Why this dietitian reads beyond the headlines

Last week we all saw the headlines:

“Processed meats do cause cancer.”

“Bye, bye beef.”

“Hot dogs cause cancer.”

But, these are just a string in headlines meant to:

(1) Get us to pay attention to the media that is flashing the headline, and

(2) Scare us.

The processed meat headline is just the latest headline designed to frighten us. Last month this headline had us talking:

“Chemical lurking in citrus hikes melanoma risk proving ‘natural’ foods aren’t always good for you.”

Don’t you just love the word choice….”lurking”….that sounds sinister. The study that generated the headlines, like so many others, showed an “association” with increased risk. Note the wording. Association means correlation, not causation. Other words used as substitutes for correlation are “linked,” “tied to,” and “may have” increased risk. Which leads to the second part…increased risk.  The only way to know if the study affects you is to know who was in the study group (animals? men? women over 70 years of age?), what is the baseline risk for the disease in question and what is the increase in risk as a natural frequency, not as a percentage. Here is an example that I used in recent webinar on this topic. What if someone said drinking green tea every day increases your risk of having a stroke by 50% (this is a made up example, by the way!) That doesn’t mean that half of everyone drinking green tea will have a stroke. If the baseline risk is 2 of every 1000 people drinking green tea will have a stroke then a 50% increase means that one more person may have a stroke when drinking green tea. But, that isn’t headline-worthy because it isn’t scary.

There is no doubt headlines grab attention but they do a disservice to the public and undermine the credibility of scientists, researchers and nutrition experts. A 2009 survey of members of the Association of Health Care Journalists revealed that while interest in reporting on health topics has increased, the number of health care reporters has decreased. Fifty-one percent of those surveyed said that news coverage of health topics was only “fair” and 14% thought it was “poor.” Even more discouraging was that 44% said their news organizations frequently or sometimes report stories based on a news release or press conference without substantive additional reporting.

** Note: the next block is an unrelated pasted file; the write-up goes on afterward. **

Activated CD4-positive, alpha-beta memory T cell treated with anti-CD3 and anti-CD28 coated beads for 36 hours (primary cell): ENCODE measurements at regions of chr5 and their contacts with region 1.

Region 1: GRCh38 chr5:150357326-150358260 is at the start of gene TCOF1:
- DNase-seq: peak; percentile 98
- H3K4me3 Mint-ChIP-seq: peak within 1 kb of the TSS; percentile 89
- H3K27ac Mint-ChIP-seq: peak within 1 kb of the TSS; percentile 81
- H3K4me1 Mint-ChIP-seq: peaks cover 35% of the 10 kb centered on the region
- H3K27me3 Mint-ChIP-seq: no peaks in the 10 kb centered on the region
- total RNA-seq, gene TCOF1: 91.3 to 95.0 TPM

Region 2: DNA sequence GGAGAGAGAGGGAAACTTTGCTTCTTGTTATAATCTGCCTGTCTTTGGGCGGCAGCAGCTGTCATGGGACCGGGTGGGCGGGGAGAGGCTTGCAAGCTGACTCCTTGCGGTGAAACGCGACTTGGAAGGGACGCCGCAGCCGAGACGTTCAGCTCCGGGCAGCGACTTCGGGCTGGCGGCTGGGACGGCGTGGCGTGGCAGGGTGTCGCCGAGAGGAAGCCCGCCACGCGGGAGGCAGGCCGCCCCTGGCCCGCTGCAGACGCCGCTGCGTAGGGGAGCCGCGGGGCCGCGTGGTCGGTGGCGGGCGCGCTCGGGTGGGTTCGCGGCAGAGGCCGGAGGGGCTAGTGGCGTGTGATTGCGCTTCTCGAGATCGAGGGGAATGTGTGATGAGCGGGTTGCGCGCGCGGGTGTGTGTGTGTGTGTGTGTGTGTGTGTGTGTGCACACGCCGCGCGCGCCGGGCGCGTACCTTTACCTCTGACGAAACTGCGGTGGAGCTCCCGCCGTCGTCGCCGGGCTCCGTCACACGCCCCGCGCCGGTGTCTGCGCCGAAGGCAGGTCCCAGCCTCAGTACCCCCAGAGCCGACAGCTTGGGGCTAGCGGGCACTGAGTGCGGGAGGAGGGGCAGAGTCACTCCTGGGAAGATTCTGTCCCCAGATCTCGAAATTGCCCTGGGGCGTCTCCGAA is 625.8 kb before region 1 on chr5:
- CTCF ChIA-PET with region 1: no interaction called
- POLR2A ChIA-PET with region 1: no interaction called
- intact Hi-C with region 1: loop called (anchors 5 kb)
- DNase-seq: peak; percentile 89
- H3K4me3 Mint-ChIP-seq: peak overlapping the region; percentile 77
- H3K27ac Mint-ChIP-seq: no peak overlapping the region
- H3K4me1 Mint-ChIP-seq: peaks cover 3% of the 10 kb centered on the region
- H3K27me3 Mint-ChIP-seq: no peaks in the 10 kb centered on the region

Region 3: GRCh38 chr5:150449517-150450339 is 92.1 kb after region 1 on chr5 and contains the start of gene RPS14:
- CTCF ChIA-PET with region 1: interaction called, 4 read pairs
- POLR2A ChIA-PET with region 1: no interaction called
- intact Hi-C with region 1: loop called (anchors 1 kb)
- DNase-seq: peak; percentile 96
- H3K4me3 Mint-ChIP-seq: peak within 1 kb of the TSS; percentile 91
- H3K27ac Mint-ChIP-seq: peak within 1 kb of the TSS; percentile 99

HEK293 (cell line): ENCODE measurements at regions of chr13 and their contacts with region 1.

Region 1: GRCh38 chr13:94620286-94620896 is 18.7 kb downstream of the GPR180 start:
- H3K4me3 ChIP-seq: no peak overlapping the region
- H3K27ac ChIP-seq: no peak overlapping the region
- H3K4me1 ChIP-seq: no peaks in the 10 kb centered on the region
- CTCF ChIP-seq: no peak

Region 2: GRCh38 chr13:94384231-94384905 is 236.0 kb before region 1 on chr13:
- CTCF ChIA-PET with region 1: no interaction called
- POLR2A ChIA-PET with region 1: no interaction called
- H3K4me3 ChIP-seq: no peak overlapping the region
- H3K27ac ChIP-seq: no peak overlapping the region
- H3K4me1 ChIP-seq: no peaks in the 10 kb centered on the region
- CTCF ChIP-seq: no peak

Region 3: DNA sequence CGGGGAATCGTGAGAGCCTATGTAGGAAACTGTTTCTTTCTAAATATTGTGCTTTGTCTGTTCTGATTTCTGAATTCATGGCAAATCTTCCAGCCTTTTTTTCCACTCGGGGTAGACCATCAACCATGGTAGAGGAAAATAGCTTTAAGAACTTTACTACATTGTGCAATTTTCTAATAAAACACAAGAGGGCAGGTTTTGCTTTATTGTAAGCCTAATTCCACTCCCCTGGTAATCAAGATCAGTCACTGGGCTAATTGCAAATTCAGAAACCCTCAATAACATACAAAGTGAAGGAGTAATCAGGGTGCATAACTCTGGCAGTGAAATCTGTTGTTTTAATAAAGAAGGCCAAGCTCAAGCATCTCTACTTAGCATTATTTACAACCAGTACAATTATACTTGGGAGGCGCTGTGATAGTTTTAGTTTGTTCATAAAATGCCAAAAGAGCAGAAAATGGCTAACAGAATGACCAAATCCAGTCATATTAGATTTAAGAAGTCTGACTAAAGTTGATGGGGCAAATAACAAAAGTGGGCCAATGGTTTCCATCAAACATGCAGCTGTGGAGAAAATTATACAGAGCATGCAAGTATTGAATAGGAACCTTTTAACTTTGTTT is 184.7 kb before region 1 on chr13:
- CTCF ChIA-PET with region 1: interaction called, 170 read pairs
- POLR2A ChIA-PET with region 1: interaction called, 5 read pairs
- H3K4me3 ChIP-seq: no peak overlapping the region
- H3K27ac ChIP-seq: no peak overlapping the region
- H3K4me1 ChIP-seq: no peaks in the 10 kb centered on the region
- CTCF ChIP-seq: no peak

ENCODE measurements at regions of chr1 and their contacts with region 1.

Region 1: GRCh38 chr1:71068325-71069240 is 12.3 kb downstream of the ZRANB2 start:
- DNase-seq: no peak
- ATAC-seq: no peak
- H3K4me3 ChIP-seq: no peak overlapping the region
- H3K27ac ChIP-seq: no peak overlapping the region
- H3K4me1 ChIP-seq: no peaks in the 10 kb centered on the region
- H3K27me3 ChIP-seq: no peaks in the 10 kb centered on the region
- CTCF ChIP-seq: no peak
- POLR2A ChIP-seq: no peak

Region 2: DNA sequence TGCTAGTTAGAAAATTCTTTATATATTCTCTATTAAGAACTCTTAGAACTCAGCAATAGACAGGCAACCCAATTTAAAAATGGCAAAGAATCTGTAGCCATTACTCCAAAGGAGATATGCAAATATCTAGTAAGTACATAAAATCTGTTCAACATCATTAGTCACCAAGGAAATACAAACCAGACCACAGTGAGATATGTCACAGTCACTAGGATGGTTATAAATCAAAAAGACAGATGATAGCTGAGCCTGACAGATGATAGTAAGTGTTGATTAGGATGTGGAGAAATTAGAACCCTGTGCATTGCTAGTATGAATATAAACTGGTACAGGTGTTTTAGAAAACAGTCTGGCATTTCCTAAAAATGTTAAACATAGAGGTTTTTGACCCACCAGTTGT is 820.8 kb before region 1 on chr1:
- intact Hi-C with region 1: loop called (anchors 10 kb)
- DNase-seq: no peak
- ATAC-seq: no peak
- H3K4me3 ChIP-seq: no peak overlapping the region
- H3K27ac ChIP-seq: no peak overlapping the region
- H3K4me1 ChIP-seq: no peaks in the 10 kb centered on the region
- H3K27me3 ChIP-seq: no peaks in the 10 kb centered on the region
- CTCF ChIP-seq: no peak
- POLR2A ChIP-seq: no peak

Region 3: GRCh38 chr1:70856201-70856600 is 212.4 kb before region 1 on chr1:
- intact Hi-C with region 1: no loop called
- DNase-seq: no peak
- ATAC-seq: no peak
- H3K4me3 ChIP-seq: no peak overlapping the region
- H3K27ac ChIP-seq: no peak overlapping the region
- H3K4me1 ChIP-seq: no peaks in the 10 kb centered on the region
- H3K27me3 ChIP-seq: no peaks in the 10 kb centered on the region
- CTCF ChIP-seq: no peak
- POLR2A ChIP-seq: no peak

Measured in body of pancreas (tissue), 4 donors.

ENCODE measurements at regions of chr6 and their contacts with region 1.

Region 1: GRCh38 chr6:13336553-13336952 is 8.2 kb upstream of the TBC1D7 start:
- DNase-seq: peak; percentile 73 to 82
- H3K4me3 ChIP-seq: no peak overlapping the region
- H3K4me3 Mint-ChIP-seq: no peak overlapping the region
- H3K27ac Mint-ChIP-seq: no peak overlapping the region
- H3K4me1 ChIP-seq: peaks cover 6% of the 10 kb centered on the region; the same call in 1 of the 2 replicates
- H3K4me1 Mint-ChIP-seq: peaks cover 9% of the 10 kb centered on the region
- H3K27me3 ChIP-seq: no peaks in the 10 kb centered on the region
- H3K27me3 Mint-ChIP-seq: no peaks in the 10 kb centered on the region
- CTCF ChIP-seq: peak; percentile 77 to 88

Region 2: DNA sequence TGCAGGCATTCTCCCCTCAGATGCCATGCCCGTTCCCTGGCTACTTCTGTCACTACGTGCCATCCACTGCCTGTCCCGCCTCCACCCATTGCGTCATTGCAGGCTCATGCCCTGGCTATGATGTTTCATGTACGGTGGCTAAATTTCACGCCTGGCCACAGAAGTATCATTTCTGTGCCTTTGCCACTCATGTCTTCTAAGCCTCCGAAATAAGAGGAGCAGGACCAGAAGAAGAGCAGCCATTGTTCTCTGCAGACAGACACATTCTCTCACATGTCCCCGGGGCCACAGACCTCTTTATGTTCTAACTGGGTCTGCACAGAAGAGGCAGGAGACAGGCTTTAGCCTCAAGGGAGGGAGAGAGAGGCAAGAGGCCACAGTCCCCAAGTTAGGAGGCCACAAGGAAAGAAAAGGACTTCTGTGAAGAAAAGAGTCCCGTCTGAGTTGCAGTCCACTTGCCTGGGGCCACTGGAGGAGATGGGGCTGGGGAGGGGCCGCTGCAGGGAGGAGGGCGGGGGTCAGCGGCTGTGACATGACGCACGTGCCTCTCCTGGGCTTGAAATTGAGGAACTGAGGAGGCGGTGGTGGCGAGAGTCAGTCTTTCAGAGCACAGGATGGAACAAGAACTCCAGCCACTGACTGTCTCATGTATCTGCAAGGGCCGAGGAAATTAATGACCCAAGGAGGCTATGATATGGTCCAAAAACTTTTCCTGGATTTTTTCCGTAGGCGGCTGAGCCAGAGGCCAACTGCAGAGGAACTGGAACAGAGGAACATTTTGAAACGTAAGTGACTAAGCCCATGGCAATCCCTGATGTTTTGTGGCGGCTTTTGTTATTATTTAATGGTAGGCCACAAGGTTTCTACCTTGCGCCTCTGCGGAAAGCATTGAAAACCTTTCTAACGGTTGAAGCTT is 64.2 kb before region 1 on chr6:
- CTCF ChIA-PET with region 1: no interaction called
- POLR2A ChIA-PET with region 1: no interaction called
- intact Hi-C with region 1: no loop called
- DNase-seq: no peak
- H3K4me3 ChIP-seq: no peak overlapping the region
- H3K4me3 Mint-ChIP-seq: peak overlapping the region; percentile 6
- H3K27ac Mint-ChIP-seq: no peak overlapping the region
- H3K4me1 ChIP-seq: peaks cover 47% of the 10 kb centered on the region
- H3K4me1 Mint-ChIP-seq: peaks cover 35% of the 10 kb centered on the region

I’m not encouraging people to eat a processed-meat rich diet. We should all strive for balance and taking the fear out of eating would help us all be healthier. We need more thoughtful reporting on health issues that encourage us to understand the science and put it into context. And, by the way, nobody mentioned that alcohol is on the list of foods that “cause” cancer yet I don’t see the outrage against alcohol.

If you need help decoding headlines, check out a few of my favorite sources:

ConsceinHealth http://conscienhealth.org/about/

Office for Science and Society at McGill University http://www.mcgill.ca/oss/home

Obesity and Energetics Offerings http://obesityandenergetics.org/